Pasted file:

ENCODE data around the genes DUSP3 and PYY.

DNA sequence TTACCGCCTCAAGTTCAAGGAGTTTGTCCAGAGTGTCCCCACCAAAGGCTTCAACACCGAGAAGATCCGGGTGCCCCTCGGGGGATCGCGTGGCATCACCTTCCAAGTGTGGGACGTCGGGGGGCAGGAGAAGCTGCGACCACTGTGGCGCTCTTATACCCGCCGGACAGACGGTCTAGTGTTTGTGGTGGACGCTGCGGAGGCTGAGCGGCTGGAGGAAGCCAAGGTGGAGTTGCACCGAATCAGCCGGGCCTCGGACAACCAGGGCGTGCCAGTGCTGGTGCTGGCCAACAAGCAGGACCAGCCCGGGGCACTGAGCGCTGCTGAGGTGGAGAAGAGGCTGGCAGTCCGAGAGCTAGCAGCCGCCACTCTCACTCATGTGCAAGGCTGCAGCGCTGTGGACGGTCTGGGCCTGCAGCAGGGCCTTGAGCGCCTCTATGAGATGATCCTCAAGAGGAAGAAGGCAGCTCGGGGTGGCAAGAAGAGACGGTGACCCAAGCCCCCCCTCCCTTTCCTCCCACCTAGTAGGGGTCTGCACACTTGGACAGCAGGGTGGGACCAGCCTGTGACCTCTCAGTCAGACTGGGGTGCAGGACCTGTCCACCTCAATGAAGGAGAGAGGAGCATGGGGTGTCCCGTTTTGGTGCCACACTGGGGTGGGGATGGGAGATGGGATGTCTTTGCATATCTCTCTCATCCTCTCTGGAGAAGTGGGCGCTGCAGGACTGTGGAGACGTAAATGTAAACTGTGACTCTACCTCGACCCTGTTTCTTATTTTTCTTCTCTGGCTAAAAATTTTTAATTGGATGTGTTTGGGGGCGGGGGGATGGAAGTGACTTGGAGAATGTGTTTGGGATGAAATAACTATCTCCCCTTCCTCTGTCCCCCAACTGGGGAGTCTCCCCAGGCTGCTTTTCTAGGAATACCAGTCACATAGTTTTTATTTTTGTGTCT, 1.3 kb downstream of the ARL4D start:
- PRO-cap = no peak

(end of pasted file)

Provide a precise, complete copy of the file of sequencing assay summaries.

ENCODE data around the genes DUSP3 and PYY.

DNA sequence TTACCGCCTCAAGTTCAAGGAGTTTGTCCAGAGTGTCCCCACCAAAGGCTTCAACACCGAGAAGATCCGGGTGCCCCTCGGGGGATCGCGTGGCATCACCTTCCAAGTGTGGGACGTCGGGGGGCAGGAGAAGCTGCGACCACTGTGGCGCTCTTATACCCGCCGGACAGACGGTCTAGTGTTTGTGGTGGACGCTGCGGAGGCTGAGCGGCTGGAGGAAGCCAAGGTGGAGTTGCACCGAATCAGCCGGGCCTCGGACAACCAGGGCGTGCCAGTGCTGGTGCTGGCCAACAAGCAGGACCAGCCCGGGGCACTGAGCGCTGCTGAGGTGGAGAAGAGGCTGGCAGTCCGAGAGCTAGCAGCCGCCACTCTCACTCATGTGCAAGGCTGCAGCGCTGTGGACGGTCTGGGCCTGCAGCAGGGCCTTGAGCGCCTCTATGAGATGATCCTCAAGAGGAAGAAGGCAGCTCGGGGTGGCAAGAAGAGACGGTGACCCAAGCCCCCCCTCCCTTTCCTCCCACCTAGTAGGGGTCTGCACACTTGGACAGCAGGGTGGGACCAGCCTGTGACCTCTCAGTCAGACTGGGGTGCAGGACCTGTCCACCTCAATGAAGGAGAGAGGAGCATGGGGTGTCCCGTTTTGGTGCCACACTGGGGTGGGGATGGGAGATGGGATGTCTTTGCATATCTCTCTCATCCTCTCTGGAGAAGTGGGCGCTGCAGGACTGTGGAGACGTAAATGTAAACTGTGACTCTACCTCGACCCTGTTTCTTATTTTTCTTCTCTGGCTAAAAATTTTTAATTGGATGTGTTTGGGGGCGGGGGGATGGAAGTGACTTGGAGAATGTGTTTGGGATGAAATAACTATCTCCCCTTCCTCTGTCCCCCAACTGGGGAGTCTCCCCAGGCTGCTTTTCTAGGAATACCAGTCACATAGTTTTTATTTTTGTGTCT, 1.3 kb downstream of the ARL4D start:
- PRO-cap = no peak